# $\varphi$ the Laurent series near pole $z_0$, how prove that $f-\varphi$ is analytic near $z_0$?

I'm reading the proof that a meromorphic function on the Riemann sphere must be a rational function, and I think I need to understand Laurent series better.

The idea of the proof I'm reading is that if $f$ is meromorphic on $\tilde{\mathbb{C}}$, then it has finitely many poles and we can subtract off the principal part of the Laurent series $\varphi_{i}$ at the poles $z_i$, then $f - \varphi_1 - \dotsb - \varphi_n -\varphi_\infty$ is analytic and bounded on $\varphi$.

How can we prove that if $\varphi_1$ is the principal part of the Laurent series of $f$ near the pole $z_1$, then $f-\varphi_1$ is analytic in a neighborhood of $z_1$? I think this should follow closely from the definition of the Laurent series.

A reference is sufficient, but I'm looking at the relevant sections of Ahlfors and Brown/Churchill and I feel like I'm getting lost in the epsilons.

• Eric: I think you mean to subtract off the principal part from the Laurent series of $f$ in a punctured disk around the respective poles. And, yes, when you subtract the principal part, you have an analytic function on the (unpunctured) disk. You could also consider clearing denominators at the poles by multiplying (rather than by subtracting). – Ted Shifrin Dec 4 '13 at 4:08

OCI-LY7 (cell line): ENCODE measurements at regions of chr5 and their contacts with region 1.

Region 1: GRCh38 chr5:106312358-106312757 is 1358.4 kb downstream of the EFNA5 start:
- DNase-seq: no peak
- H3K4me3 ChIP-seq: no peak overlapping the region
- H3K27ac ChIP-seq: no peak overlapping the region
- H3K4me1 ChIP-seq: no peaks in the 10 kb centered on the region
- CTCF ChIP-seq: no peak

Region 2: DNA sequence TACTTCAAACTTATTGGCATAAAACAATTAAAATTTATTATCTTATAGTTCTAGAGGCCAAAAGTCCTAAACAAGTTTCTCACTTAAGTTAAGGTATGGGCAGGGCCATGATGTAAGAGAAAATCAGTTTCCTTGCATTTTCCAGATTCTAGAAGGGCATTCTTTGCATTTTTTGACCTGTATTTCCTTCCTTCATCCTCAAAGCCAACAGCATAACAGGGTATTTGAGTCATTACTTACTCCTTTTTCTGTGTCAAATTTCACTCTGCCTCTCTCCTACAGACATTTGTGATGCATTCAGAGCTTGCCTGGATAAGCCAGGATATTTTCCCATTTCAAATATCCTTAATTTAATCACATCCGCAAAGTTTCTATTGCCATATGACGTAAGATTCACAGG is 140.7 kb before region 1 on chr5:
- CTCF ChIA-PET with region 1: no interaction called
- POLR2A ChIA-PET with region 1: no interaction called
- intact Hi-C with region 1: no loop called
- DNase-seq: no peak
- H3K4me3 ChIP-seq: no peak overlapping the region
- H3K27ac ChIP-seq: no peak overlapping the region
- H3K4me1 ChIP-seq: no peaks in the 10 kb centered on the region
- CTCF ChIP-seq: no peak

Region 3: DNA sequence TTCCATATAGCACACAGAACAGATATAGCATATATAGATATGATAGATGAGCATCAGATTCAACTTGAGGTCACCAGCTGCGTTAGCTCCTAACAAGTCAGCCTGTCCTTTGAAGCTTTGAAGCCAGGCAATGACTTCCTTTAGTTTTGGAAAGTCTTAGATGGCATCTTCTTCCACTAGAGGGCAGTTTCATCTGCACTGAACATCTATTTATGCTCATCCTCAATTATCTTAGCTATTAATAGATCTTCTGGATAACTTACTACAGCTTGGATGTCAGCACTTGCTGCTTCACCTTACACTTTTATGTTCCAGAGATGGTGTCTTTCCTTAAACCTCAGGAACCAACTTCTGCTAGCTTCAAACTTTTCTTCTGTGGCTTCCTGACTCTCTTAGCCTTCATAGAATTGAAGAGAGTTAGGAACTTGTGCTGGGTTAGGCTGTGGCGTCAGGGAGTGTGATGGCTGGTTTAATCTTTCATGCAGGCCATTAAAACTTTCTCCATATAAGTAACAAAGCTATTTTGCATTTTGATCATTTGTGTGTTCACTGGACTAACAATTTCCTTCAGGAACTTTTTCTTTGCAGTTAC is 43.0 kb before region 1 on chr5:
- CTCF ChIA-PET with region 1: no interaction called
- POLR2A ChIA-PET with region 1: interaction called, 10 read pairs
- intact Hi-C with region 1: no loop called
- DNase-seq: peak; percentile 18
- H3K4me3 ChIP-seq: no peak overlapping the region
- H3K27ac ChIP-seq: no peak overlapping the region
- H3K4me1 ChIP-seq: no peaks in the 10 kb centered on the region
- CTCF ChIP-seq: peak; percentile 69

• @TedShifrin You're right, that's what I meant. Edited – Eric Auld Dec 4 '13 at 14:41

If $f$ has a pole at $z_{0}$, then, for some $R > 0$, one has $$f(z) = \sum_{n=-K}^{\infty}a_{n}(z-z_{0})^{n}=\frac{a_{-K}}{(z-z_{0})^{K}}+\cdots\frac{a_{-1}}{(z-z_{0})}+\sum_{n=0}^{\infty}a_{n}(z-z_{0})^{n},\;\;\; 0 < |z-z_{0}| < R.$$ Therefore $$g(z)=f(z) -\frac{a_{-K}}{(z-z_{0})^{K}}-\cdots-\frac{a_{-1}}{(z-z_{0})}=\sum_{n=0}^{\infty}a_{n}(z-z_{0})^{n},\;\;\; 0 < |z-z_{0}| < R,$$ has a power series expansion near $z=z_{0}$ and, thus, a removable singularity at $z_{0}$. There are only a finite number of singular terms and, so, convergence is not an issue. The singular terms at $\infty$ are positive powers of $z$. Once you subtract all singular terms from $f$, including those at $\infty$ (a polynomial), then you end up with a function which has an entire, bounded extension and, as such, must be a constant. Absorbing any non-zero constant into the polynomial gives the partial fraction expansion $$f(z) = p_{0}+p_{1}z+\cdots+p_{M}z^{M}+\sum_{l=1}^{L}\sum_{k=0}^{K_{l}}\frac{a_{l,k}}{(z-z_{l})^{k}}.$$
• You should say a pole at $z_0$, not near. – Ted Shifrin Dec 4 '13 at 4:04